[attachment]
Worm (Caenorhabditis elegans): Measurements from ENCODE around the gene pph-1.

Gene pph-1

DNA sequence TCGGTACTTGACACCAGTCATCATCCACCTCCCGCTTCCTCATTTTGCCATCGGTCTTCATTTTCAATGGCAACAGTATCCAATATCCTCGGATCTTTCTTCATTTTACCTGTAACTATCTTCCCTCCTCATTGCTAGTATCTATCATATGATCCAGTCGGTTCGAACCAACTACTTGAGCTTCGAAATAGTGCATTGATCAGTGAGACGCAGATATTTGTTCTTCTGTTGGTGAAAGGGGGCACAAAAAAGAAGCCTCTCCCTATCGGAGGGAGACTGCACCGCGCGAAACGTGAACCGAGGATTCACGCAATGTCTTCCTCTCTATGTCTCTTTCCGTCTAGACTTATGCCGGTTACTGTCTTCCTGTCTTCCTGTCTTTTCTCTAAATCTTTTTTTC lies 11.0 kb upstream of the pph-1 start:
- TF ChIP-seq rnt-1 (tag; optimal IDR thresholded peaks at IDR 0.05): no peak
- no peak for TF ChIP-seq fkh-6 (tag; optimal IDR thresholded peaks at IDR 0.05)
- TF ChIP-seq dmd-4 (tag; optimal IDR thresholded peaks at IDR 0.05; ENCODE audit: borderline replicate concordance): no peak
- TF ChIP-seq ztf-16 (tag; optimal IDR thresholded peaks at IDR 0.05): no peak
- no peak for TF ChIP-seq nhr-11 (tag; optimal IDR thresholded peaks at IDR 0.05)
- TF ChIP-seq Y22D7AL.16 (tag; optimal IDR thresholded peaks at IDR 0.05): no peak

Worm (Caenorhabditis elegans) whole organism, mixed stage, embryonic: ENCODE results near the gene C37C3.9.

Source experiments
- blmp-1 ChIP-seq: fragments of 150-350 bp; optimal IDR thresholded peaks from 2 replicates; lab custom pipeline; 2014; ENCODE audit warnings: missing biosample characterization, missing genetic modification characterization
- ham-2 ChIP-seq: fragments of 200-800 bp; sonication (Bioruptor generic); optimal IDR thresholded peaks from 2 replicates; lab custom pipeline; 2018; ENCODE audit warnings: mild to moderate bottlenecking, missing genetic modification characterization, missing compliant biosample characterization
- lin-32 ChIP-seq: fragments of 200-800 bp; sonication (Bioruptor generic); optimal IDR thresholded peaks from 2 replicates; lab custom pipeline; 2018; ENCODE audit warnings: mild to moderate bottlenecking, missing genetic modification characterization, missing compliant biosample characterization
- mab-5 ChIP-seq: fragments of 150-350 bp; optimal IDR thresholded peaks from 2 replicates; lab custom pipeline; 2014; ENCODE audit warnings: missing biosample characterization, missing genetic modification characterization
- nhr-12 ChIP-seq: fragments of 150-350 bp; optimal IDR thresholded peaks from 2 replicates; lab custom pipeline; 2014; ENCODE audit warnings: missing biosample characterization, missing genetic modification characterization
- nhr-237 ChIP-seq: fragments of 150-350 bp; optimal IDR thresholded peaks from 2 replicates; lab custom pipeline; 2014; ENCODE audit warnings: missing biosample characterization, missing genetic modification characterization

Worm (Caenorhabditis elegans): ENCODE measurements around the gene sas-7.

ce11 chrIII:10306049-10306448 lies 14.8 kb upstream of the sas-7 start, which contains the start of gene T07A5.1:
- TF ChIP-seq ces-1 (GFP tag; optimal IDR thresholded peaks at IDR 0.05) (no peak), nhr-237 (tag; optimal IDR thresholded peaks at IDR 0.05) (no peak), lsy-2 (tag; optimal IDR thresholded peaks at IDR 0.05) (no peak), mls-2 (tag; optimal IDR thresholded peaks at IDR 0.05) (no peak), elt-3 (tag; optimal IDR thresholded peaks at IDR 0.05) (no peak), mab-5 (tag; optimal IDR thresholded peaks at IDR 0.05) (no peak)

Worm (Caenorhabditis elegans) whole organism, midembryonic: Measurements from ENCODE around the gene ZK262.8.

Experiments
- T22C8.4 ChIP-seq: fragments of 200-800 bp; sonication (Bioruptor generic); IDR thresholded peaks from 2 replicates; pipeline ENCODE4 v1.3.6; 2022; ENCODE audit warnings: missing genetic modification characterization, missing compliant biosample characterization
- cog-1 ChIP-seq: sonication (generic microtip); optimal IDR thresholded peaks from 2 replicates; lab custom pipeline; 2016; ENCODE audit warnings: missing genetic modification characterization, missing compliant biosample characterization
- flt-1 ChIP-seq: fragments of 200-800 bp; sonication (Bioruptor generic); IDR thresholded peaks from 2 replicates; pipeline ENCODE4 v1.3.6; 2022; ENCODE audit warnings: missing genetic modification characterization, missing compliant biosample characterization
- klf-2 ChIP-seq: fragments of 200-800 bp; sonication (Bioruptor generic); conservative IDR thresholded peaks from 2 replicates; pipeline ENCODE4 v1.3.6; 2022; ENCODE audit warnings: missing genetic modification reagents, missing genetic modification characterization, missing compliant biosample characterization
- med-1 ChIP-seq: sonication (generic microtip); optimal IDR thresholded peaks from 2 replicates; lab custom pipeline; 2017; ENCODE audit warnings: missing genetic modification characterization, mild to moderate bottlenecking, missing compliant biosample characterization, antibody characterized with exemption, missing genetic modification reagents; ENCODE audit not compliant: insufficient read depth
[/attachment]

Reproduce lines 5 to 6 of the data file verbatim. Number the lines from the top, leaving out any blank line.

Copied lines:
- no peak for TF ChIP-seq fkh-6 (tag; optimal IDR thresholded peaks at IDR 0.05)
- TF ChIP-seq dmd-4 (tag; optimal IDR thresholded peaks at IDR 0.05; ENCODE audit: borderline replicate concordance): no peak